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21st Sunday in Ordinary Time, Year C – Homily

21st Sunday in Ordinary Time
Isaiah 66:18-21
Psalm 117:1, 2
Hebrews 12:5-7, 11-13
Luke 13:22-30

Who is welcomed into the Kingdom of Heaven?

The Jews saw themselves as a chosen people, the only ones who would get into the Kingdom of Heaven.  They did little to share the faith with others.

So, it would sound astonishing to them to hear Isaiah speak as a prophet of the land and say that the Lord will gather people from “distant coastlands,… bring all your brothers and sisters from ALL the nations,… from the east and the west, and from the north and the south, and will recline at table in the Kingdom of God.

Really?  ALL the nations?

Yes, all the nations.  We MUST make salvation by God’s mercy known to all.  We need to “go out to ALL the world and tell the good news.”

Is this easy?  No, as Jesus says we must enter through the narrow gate.  Being disciples requires effort on our parts.  It requires discipline.  It means confronting our trials with God at our side.

I want to talk a little bit more about what it means to “confront” our trials.  I don’t mean to go out and confront people who we think cause our trials.  When I say “confront” I mean that move forward into what challenges us trusting that God walks with us.  With this trust in God we are made stronger.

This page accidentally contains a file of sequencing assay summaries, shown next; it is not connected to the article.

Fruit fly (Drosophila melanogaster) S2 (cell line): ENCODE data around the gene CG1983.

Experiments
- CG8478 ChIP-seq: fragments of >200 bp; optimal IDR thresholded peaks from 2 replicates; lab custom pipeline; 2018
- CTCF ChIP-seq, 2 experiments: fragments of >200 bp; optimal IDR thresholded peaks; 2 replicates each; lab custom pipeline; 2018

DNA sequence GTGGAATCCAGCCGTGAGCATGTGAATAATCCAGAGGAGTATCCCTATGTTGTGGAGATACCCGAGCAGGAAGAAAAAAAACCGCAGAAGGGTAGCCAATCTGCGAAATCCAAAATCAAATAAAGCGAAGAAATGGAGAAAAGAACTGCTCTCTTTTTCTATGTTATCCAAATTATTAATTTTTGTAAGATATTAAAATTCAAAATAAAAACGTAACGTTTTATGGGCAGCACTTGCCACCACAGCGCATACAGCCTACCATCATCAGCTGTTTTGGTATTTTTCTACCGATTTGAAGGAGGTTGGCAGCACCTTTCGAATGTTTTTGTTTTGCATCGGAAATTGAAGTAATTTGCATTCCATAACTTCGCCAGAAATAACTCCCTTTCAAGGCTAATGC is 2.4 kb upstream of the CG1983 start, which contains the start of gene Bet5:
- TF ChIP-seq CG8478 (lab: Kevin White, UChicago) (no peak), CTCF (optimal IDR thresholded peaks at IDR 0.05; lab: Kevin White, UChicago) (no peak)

When we move forward in faith against trials we also serve as a witness to others that we really do believe, not just when things are good but in all things.

Being people of faith requires effort.  It STARTS with coming to church each Sunday but that is not all it requires.  To those who said, “We ate and drank in your company and you taught in our streets” Jesus replied, “I do not know where you at from.

It is not enough just to show up.  We need to take what God has given us and be good stewards by using our time, talent, and treasures to tell the good news.”

Different people have different gifts.  At different points in our lives, we can use what we have been given differently.  For instance, a young teen may shovel snow for their elderly neighbor while the elderly person who is infirmed helps by praying for others and offering up their sufferings for the salvation of the world.

The newly retired person may find themselves with all kinds of free time to be able to volunteer in ways that help others.

For those who work, it can be making sure we do a good job even when it doesn’t seem to have to do with our faith.  It doesn’t matter what we do.  For instance, farmers are very important to us.  Without farmers, we would have no food to eat.  Without custodians, our bathrooms could be in awful shape leading to sickness.

Of course, we all need to learn how to talk about faith.  I believe the most important place to start is by telling others what draws us to church.  Why is it we come here?  Then we go out and tell the good news.

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